6306877254_f8d7c75ba9_oThe nativist Federation for American Immigration Reform (FAIR) has long blamed children for the costs of their own educations. Whether focusing its ire on immigrant children or the U.S.-born children of immigrants, FAIR is routinely outraged at how many taxpayer dollars are devoted to teaching these children to read, write, and count. So it should come as no surprise that, in a new fact sheet, FAIR would stoop a little lower and reduce the value of a refugee child’s life to the cost of one year’s schooling. In the case of unaccompanied minors from Central America, many of whom qualify for international protection, FAIR not only exaggerates its educational cost estimate, but ignores the circumstances under which a great number of these children came to the United States—and the horrific fates that many would suffer if returned to the countries from which they came. In short, FAIR employs questionable accounting and dehumanizing rhetoric to dismiss the plight of children who need to be kept out of harm’s way, not derided.

At the level of dollars and cents, FAIR’s fiscal accounting leaves much to be desired. The fact sheet estimates that the roughly 37,000 unaccompanied Central American minors released to relatives in the United States between January 1 and July 31 would cost state taxpayers $761 million in K-12 educational expenditures. This assumes that all of the children in question are Limited English Proficient (LEP) students, which is certainly plausible. But it also assumes, without any explanation, that an LEP student costs 75 percent more to educate than a non-LEP student. Even if FAIR were correct in this assumption, the $761 million in expenditures that its fact sheet enumerate amount to a fraction of the more than $600 billion spent each year on K-12 public schools nationwide.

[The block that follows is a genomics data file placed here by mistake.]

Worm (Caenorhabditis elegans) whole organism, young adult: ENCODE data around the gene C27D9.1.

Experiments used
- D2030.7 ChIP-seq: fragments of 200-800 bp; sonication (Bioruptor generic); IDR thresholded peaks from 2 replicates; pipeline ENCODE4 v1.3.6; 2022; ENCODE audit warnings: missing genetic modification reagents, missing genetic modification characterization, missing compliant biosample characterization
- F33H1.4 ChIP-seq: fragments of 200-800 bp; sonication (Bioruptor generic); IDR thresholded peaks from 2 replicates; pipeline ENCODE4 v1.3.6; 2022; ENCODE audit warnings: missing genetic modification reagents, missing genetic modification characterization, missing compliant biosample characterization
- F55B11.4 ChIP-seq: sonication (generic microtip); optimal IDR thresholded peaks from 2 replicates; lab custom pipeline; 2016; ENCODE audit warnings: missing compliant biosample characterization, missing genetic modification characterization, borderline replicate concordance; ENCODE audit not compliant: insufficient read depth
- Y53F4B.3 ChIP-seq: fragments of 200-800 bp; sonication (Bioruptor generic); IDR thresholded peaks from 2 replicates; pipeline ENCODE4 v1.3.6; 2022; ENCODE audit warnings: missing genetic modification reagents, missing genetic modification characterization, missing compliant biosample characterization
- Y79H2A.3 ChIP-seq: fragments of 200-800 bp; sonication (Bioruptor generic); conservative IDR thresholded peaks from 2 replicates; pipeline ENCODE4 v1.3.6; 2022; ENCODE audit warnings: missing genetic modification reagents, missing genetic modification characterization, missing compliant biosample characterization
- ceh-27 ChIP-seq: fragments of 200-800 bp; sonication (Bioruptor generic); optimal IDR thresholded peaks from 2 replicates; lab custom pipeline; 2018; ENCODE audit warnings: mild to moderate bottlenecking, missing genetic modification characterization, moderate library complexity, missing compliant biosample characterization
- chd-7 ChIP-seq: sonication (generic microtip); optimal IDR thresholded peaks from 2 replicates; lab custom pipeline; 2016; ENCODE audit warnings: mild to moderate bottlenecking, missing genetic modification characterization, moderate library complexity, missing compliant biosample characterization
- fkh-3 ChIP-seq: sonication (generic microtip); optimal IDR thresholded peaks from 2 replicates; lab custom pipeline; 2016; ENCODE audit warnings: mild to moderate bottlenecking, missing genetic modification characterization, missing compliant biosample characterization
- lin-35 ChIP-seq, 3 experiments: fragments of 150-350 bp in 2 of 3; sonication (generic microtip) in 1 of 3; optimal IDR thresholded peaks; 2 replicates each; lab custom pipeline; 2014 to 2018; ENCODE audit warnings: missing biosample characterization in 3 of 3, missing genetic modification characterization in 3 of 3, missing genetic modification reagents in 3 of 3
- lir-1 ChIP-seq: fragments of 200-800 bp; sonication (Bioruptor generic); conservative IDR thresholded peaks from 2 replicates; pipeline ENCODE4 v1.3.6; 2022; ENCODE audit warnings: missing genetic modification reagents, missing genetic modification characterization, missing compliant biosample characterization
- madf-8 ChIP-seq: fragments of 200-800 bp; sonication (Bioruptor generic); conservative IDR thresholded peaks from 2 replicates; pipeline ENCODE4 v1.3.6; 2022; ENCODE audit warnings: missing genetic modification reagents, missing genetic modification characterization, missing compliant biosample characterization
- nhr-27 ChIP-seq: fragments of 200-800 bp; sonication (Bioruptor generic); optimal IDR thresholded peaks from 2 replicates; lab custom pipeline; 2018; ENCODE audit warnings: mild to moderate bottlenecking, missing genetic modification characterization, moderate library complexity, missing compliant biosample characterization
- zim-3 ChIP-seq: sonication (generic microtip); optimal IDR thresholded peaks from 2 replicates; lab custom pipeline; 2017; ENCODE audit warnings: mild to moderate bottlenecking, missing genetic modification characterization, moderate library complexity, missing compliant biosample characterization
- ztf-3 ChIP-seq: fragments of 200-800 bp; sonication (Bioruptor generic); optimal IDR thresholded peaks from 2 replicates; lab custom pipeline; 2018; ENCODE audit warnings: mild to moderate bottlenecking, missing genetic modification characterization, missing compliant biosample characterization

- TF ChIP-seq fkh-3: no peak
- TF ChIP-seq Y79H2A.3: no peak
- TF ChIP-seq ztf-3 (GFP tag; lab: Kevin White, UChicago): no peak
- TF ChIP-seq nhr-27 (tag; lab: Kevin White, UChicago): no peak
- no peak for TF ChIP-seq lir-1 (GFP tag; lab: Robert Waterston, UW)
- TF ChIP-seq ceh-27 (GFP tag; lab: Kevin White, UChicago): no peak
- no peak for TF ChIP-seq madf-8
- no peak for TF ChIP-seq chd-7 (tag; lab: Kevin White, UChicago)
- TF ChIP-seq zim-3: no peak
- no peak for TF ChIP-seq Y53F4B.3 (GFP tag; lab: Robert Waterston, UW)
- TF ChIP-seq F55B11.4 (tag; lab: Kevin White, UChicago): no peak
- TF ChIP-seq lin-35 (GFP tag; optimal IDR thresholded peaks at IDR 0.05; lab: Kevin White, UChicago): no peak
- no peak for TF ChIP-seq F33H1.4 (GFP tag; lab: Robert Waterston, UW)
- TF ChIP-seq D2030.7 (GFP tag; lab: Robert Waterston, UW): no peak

FAIR’s fiscal exercise also reflects its long-time misunderstanding of what education actually is. As most economists will tell you, education is an investment in the future workforce and tax base of the nation. The more educated the child, the more likely that child is to earn a higher income (and pay more in taxes) when older. But FAIR regards education as little more than a burden of the taxpayers of today. From this perspective, however, all children are a fiscal drain—foreign-born and native-born alike. Children consume costly educational, healthcare, and other services for which they don’t pay because they are not yet part of the labor force. Only when they grow into adulthood and get jobs do their tax dollars begin to “pay back” the costs of all the services they utilized when young. FAIR’s one-year snapshot of educational expenditures does not capture this dynamic.

Beyond its economic validity, FAIR’s analysis fails to account for even the most basic of human rights considerations which surround the cases of unaccompanied children from Central America. Many of the children whom FAIR coldly dismisses as “illegal alien minors” are refugees from violence, particularly killings by street gangs, which has risen to epidemic levels in recent years in El Salvador, Guatemala, and Honduras. Add to that the brutality (including rape) which many of the children suffered at the hands of the smugglers who brought them to the U.S.-Mexico border. By FAIR’s estimation, rescuing a child from this sort of violence isn’t worth the roughly $21,000 it might cost to send that child to school for a year.

FAIR’s fact sheet on the costs of educating unaccompanied children from Central America is an empty exercise. The accounting methodology is questionable, the budgetary impact is negligible, the economic reasoning is flawed, and the cold-heartedness is astounding.

Photo by Deval Patrick.

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